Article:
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Billionaire Bill Gates has made a $100-million investment to help researchers find a cure for Alzheimer’s. The brain disease causes people to slowly lose their memory and mental abilities as they grow old.
Gates, the co-founder of Microsoft, said Monday he has given $50 million to the Dementia Discovery Fund. The London-based fund aims to bring business and government together to seek treatments for the brain-wasting disease.
Another $50 million will go to start-up groups working in Alzheimer’s research, Gates said.
I believe that we can alter the course of Alzheimer’s. That’s why I’m investing in the Dementia Discovery Fund.
— Bill Gates (@BillGates) November 13, 2017
The money is a personal donation and not from his charitable organization, the Bill and Melinda Gates Foundation.
“Bill Gates” trended worldwide on social media Monday.
"I believe there is a solution," says Bill Gates, who has pledged $100 million to find a cure for Alzheimers.
— Twitter Moments (@TwitterMoments) November 13, 2017
Dementia, of which Alzheimer’s is the most common form, affects close to 50 million people worldwide. It is expected to affect more than 131 million by the year 2050, the Alzheimer’s Disease International group says.
“It’s a huge problem, a growing problem, and the scale of the tragedy - even for the people who stay alive - is very high,” Gates told the Reuters news agency.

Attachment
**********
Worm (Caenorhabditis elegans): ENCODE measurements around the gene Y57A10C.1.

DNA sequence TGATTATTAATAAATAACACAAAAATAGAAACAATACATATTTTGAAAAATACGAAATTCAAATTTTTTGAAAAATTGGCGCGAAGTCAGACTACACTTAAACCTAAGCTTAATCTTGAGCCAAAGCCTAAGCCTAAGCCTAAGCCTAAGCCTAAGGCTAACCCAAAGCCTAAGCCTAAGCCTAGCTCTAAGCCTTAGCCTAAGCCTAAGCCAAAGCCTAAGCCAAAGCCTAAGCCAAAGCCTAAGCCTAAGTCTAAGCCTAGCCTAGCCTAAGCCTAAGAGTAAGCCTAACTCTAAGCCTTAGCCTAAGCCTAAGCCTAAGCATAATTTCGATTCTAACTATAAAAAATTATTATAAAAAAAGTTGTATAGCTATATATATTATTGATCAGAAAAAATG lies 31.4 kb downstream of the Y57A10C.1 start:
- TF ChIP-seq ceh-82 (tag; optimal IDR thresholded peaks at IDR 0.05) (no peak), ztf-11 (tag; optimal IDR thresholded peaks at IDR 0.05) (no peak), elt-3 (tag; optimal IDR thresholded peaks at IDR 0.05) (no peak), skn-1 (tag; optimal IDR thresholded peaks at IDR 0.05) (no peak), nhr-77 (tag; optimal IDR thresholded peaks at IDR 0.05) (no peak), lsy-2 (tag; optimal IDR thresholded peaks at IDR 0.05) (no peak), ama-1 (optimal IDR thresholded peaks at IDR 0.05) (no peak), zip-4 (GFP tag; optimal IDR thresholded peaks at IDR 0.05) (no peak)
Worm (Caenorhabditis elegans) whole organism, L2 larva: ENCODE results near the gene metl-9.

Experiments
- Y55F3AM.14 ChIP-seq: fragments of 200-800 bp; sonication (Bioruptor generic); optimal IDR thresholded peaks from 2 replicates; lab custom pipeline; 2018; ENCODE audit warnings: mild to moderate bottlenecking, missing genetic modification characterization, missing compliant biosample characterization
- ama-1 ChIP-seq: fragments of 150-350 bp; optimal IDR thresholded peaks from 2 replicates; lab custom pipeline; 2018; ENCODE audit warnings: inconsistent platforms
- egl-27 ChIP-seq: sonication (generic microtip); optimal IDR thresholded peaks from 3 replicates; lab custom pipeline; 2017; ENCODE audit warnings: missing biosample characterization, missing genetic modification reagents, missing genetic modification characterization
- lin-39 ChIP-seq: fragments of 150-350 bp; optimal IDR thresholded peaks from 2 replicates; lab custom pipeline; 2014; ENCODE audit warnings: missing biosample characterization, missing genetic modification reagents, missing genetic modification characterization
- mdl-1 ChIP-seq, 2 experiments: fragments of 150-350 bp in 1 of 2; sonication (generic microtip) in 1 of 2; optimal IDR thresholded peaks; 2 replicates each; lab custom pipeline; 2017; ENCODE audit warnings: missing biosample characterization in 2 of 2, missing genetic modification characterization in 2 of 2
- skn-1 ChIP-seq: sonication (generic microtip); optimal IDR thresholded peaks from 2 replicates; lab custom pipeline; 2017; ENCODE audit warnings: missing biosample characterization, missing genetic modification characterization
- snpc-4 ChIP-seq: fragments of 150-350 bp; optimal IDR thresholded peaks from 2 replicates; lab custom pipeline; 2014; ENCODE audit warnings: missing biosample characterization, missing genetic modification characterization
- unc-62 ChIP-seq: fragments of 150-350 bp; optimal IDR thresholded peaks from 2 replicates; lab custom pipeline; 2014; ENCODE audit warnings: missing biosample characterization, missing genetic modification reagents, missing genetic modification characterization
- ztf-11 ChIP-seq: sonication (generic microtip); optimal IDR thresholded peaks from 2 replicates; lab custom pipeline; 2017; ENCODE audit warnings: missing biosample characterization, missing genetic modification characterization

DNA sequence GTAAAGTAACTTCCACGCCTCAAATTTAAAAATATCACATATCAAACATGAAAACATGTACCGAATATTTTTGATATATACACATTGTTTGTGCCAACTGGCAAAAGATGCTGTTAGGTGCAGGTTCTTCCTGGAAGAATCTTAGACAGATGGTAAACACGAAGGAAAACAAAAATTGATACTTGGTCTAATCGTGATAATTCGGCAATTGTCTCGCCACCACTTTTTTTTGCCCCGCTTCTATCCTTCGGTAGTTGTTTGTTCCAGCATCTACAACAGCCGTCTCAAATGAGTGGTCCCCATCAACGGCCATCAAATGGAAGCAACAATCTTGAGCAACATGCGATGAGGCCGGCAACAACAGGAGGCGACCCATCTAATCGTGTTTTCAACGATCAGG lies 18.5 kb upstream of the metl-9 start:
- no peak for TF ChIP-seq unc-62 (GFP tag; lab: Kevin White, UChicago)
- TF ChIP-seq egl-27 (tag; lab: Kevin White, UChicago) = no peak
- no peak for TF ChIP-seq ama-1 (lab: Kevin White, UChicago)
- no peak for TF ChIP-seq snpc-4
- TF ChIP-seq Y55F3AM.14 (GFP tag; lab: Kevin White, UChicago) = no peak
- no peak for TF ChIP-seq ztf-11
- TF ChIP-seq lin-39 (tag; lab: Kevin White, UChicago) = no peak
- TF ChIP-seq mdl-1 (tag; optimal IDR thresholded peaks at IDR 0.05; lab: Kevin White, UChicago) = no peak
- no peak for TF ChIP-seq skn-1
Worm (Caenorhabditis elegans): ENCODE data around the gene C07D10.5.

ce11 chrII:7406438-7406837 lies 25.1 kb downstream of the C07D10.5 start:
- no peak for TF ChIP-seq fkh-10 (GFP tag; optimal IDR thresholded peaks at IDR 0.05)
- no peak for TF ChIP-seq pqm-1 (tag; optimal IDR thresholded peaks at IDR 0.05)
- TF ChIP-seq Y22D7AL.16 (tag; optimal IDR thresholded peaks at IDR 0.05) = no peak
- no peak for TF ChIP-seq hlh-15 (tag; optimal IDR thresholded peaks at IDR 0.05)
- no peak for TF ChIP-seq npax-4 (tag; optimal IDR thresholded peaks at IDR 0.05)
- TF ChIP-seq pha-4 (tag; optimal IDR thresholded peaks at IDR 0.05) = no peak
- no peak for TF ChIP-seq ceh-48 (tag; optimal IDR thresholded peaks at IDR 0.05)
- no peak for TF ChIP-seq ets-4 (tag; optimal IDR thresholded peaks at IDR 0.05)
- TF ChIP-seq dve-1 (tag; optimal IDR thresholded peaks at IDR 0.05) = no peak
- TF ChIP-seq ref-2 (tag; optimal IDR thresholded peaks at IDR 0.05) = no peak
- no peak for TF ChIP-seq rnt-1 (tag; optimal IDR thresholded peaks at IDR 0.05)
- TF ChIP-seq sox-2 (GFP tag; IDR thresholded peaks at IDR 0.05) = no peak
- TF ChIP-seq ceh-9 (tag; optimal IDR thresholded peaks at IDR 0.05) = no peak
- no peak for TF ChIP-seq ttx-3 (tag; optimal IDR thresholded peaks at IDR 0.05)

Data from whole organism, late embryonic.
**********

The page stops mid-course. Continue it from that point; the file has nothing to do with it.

Despite many years of research, scientists have not found a treatment that can slow the progression of Alzheimer’s. Current drugs can do no more than ease some of the effects.
But Gates said he is hopeful that treatments can be found, even if they might still be more than 10 years away.
Gates’ usual health focus is on helping fight infectious diseases in poorer countries.
He said Alzheimer’s became his mission partly for personal reasons, and partly because it has been so difficult to find effective treatment. Some men in his family have suffered from Alzheimer’s, he said.
In a blog post about the investments, Gates wrote, “I know how awful it is to watch people you love struggle as the disease robs them of their mental capacity. It feels a lot like you’re experiencing a gradual death of the person that you knew.”
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I’m Ashley Thompson.
Reuters reported this story. Ashley Thompson adapted it for Learning English. Hai Do was the editor.